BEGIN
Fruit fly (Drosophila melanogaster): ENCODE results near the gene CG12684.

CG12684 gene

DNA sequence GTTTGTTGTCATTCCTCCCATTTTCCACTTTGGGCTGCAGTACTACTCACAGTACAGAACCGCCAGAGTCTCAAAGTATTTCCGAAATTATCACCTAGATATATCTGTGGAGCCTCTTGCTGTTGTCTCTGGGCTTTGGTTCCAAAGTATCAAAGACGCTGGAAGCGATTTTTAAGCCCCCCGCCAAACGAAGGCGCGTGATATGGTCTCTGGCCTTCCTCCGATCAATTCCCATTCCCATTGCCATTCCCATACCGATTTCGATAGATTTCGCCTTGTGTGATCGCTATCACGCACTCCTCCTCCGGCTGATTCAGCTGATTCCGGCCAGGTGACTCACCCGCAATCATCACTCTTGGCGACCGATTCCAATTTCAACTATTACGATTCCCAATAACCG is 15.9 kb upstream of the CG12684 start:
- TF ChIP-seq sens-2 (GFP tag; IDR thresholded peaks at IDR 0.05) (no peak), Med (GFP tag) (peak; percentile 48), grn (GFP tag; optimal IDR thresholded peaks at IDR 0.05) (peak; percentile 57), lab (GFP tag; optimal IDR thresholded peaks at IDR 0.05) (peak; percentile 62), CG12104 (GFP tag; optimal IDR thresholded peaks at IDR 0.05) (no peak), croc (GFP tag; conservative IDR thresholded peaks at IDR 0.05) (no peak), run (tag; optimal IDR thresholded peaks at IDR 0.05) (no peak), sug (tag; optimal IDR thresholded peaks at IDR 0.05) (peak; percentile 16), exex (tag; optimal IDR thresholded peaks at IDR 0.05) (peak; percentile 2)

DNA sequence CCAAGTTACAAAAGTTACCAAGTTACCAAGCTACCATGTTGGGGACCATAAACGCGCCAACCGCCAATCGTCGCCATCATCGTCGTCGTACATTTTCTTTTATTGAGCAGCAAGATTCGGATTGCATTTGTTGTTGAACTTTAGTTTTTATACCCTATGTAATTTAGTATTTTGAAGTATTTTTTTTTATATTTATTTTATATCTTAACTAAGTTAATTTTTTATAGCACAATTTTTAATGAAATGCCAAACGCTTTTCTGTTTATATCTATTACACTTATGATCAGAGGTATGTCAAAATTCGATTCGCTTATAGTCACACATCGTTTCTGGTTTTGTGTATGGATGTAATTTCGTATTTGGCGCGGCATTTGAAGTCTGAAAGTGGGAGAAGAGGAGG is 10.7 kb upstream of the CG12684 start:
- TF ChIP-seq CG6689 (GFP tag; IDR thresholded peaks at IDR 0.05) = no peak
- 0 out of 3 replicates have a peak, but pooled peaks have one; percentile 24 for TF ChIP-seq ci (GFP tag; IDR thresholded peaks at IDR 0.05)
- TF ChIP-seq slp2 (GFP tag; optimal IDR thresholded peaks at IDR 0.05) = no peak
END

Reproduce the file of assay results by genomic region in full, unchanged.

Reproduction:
Fruit fly (Drosophila melanogaster): ENCODE results near the gene CG12684.

CG12684 gene

DNA sequence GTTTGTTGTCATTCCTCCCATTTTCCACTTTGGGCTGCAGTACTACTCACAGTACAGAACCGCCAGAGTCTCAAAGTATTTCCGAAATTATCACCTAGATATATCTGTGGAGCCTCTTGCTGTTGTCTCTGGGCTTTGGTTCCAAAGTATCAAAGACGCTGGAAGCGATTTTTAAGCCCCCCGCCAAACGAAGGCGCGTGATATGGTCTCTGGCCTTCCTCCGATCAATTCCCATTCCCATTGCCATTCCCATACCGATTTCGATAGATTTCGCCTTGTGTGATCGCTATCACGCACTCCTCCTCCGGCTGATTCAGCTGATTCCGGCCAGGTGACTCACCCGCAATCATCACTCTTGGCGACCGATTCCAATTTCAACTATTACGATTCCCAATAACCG is 15.9 kb upstream of the CG12684 start:
- TF ChIP-seq sens-2 (GFP tag; IDR thresholded peaks at IDR 0.05) (no peak), Med (GFP tag) (peak; percentile 48), grn (GFP tag; optimal IDR thresholded peaks at IDR 0.05) (peak; percentile 57), lab (GFP tag; optimal IDR thresholded peaks at IDR 0.05) (peak; percentile 62), CG12104 (GFP tag; optimal IDR thresholded peaks at IDR 0.05) (no peak), croc (GFP tag; conservative IDR thresholded peaks at IDR 0.05) (no peak), run (tag; optimal IDR thresholded peaks at IDR 0.05) (no peak), sug (tag; optimal IDR thresholded peaks at IDR 0.05) (peak; percentile 16), exex (tag; optimal IDR thresholded peaks at IDR 0.05) (peak; percentile 2)

DNA sequence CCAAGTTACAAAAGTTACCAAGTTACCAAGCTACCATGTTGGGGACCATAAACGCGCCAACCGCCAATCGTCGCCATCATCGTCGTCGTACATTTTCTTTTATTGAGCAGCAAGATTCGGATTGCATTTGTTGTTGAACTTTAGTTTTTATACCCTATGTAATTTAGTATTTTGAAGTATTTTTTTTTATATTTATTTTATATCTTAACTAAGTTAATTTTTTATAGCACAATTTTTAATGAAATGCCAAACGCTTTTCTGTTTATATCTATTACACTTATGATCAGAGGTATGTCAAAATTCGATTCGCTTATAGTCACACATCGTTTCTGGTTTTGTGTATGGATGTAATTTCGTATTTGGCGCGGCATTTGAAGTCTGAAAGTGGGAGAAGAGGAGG is 10.7 kb upstream of the CG12684 start:
- TF ChIP-seq CG6689 (GFP tag; IDR thresholded peaks at IDR 0.05) = no peak
- 0 out of 3 replicates have a peak, but pooled peaks have one; percentile 24 for TF ChIP-seq ci (GFP tag; IDR thresholded peaks at IDR 0.05)
- TF ChIP-seq slp2 (GFP tag; optimal IDR thresholded peaks at IDR 0.05) = no peak